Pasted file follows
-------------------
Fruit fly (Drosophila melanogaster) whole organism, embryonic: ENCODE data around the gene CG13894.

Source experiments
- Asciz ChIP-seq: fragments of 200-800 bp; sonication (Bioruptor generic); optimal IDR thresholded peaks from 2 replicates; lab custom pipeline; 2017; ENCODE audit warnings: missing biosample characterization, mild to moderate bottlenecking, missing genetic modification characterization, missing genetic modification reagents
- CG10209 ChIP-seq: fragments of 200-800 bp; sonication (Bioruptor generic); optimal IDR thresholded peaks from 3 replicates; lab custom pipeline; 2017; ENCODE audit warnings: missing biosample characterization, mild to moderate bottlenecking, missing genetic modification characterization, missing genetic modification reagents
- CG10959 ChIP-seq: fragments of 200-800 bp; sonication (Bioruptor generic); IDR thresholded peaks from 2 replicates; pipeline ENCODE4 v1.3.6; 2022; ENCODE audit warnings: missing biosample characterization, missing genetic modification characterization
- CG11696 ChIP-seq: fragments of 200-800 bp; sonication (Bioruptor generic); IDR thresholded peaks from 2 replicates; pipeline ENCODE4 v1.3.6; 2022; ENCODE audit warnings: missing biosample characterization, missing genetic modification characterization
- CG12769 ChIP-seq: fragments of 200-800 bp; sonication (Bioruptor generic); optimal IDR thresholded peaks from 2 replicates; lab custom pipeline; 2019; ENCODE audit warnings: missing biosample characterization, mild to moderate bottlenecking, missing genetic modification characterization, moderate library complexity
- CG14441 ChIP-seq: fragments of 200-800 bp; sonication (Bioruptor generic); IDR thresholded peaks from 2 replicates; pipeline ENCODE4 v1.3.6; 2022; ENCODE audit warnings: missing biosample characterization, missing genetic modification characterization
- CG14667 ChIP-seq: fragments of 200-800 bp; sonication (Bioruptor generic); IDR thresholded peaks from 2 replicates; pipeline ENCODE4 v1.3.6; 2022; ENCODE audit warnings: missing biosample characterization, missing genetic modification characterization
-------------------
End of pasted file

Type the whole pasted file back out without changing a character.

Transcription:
Fruit fly (Drosophila melanogaster) whole organism, embryonic: ENCODE data around the gene CG13894.

Source experiments
- Asciz ChIP-seq: fragments of 200-800 bp; sonication (Bioruptor generic); optimal IDR thresholded peaks from 2 replicates; lab custom pipeline; 2017; ENCODE audit warnings: missing biosample characterization, mild to moderate bottlenecking, missing genetic modification characterization, missing genetic modification reagents
- CG10209 ChIP-seq: fragments of 200-800 bp; sonication (Bioruptor generic); optimal IDR thresholded peaks from 3 replicates; lab custom pipeline; 2017; ENCODE audit warnings: missing biosample characterization, mild to moderate bottlenecking, missing genetic modification characterization, missing genetic modification reagents
- CG10959 ChIP-seq: fragments of 200-800 bp; sonication (Bioruptor generic); IDR thresholded peaks from 2 replicates; pipeline ENCODE4 v1.3.6; 2022; ENCODE audit warnings: missing biosample characterization, missing genetic modification characterization
- CG11696 ChIP-seq: fragments of 200-800 bp; sonication (Bioruptor generic); IDR thresholded peaks from 2 replicates; pipeline ENCODE4 v1.3.6; 2022; ENCODE audit warnings: missing biosample characterization, missing genetic modification characterization
- CG12769 ChIP-seq: fragments of 200-800 bp; sonication (Bioruptor generic); optimal IDR thresholded peaks from 2 replicates; lab custom pipeline; 2019; ENCODE audit warnings: missing biosample characterization, mild to moderate bottlenecking, missing genetic modification characterization, moderate library complexity
- CG14441 ChIP-seq: fragments of 200-800 bp; sonication (Bioruptor generic); IDR thresholded peaks from 2 replicates; pipeline ENCODE4 v1.3.6; 2022; ENCODE audit warnings: missing biosample characterization, missing genetic modification characterization
- CG14667 ChIP-seq: fragments of 200-800 bp; sonication (Bioruptor generic); IDR thresholded peaks from 2 replicates; pipeline ENCODE4 v1.3.6; 2022; ENCODE audit warnings: missing biosample characterization, missing genetic modification characterization